Different types of arrow functions

Different types of arrow functions
October 20, 2023

1. No Parameters

This function is named greet. It takes no parameters. When invoked, it simply returns the string "Hello!".

const greet = () => "Hello!";

The function's primary purpose is to always provide a greeting. Since there are no parameters, every time it's called, it will consistently return the same greeting message.

2. Single Parameter

If there's only one parameter, parentheses are optional.

const square = x => x * x;
console.log(square(4)); // Outputs: 16

This function is named square. It takes a single parameter x and returns the result of multiplying x by itself.

The function calculates the square of a number. If you provide 4 as an argument, it will return 16 because 4 multiplied by 4 equals 16.

3. Multiple Parameters

For more than one parameter, parentheses are required.

const add = (a, b) => a + b;
console.log(add(2, 3)); // Outputs: 5

This function is named add. It takes two parameters, a and b, and returns their sum.

This function can be used for adding two numbers together. For instance, invoking add(2, 3) would return 5.

4. Function Body with Multiple Statements

If the function body has more than one statement, you need to use curly braces and specify the return keyword (if you want to return something).

const greetPerson = name => {
  const greeting = "Hello, " + name + "!";
  return greeting;
console.log(greetPerson("Alice")); // Outputs: Hello, Alice!

This function is named greetPerson. It accepts a single parameter name. Inside its body, it constructs a personalized greeting message and then returns that message.

This function's purpose is to provide a personalized greeting based on the name provided. If you call it with greetPerson("Alice"), it will return "Hello, Alice!".

5.  Returning Object Literals

When directly returning an object literal, wrap the literal in parentheses to differentiate it from the function block.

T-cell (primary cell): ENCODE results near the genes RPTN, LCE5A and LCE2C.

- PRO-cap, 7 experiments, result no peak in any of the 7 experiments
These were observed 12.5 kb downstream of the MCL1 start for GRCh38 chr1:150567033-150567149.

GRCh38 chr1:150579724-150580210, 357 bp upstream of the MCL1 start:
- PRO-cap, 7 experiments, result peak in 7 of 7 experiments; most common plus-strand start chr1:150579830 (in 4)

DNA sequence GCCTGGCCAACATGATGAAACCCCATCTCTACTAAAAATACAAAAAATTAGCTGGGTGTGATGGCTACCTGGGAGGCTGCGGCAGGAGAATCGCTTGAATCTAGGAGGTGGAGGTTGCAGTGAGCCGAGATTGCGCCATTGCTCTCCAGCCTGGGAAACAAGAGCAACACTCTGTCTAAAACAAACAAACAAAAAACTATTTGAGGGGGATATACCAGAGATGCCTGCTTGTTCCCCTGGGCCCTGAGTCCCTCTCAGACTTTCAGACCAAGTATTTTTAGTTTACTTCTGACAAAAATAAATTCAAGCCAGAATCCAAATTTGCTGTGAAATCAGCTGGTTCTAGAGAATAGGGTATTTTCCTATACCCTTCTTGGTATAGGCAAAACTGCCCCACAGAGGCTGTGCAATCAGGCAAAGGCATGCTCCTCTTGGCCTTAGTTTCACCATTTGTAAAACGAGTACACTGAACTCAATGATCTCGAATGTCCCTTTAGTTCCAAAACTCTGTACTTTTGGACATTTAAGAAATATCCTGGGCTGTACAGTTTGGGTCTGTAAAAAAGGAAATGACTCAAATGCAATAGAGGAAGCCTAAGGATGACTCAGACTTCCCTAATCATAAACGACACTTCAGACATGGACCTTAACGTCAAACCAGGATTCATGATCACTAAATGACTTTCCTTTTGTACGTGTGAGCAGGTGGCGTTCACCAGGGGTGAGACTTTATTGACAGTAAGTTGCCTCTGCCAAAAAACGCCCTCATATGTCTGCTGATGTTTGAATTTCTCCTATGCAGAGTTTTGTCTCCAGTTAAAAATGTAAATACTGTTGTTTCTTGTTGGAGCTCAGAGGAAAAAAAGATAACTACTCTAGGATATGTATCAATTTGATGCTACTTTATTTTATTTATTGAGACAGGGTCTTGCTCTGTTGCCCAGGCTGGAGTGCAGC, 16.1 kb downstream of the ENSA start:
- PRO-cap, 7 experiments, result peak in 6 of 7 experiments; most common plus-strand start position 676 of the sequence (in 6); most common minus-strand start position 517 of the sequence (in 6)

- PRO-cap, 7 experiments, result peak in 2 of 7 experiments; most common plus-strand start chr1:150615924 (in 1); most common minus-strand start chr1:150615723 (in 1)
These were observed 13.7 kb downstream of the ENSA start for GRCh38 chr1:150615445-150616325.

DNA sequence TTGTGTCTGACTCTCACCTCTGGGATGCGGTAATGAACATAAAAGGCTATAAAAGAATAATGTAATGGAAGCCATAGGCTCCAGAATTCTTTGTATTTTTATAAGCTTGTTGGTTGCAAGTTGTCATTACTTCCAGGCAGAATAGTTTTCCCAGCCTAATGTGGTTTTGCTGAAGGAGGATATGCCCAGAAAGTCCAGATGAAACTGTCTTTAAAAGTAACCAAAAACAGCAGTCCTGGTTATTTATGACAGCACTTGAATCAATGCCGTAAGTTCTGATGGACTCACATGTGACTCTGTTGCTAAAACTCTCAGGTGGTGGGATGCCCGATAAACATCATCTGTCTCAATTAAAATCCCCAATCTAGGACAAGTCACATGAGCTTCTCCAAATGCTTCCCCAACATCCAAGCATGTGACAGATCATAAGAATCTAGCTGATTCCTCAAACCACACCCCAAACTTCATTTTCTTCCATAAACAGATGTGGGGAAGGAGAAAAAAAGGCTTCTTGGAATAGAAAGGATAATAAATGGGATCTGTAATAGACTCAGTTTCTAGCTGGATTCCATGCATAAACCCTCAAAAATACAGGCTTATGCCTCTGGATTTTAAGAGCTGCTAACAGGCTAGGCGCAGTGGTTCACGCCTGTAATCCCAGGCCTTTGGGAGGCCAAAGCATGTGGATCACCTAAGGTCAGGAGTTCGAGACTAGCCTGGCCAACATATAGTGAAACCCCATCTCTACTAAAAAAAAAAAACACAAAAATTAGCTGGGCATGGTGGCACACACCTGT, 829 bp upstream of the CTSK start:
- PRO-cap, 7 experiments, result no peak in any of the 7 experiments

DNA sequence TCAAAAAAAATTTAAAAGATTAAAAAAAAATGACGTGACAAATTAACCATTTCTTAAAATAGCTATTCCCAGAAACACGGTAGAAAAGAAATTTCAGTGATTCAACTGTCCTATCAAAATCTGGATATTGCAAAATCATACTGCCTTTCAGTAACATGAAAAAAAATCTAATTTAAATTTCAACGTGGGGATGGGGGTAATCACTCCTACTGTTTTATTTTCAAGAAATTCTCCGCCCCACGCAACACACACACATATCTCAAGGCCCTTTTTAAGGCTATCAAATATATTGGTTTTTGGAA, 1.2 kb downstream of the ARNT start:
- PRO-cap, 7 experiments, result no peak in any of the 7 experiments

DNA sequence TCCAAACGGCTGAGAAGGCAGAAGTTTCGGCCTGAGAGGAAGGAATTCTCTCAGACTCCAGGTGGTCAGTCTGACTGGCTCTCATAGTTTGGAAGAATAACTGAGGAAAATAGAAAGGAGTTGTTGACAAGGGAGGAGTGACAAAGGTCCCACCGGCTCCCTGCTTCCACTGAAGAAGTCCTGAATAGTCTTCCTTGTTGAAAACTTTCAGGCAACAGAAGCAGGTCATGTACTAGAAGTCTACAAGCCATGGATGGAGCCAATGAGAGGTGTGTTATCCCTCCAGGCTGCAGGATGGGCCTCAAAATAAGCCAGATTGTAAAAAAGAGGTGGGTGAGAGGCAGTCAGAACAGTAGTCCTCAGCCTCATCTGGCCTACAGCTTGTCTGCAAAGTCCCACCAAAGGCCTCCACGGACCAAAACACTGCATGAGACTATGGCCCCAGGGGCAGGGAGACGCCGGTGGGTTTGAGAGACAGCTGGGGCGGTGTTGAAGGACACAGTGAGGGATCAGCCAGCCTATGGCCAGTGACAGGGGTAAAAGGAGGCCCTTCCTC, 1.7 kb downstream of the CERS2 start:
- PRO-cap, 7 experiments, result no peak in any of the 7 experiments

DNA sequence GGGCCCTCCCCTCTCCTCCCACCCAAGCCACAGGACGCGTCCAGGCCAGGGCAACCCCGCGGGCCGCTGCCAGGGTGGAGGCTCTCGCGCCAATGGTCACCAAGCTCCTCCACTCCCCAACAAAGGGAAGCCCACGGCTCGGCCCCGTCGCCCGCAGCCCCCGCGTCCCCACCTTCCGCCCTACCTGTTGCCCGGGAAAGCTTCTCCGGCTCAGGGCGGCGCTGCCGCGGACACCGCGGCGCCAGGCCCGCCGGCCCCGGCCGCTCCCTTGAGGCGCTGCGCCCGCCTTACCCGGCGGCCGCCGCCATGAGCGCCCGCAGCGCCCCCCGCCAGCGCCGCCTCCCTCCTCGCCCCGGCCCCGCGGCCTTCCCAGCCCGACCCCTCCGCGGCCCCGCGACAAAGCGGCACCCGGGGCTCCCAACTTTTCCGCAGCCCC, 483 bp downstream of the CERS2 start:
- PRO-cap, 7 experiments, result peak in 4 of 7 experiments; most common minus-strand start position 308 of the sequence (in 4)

const makePerson = (firstName, lastName) => ({ first: firstName, last: lastName });
console.log(makePerson("John", "Doe")); // Outputs: { first: 'John', last: 'Doe' }

This function is named makePerson. It takes two parameters, firstName and lastName. The function then returns an object with two properties: first and last, which are assigned the values of firstName and lastName respectively.

This function is useful for quickly creating an object with a given first name and last name. For instance, makePerson("John", "Doe") would return the object { first: 'John', last: 'Doe' }.

6. Higher Order Functions and Callbacks

Arrow functions are particularly popular when used as short callbacks

const numbers = [1, 2, 3, 4];
const doubled = numbers.map(num => num * 2);
console.log(doubled); // Outputs: [2, 4, 6, 8]

In this example, the map method is used to iterate over each element in the numbers array. For each element, it calls the provided arrow function, which doubles the number, resulting in a new array doubled with all numbers doubled.

This code's main aim is to produce a new array where each element is doubled. Given the initial array [1, 2, 3, 4], the resulting doubled array will be [2, 4, 6, 8].

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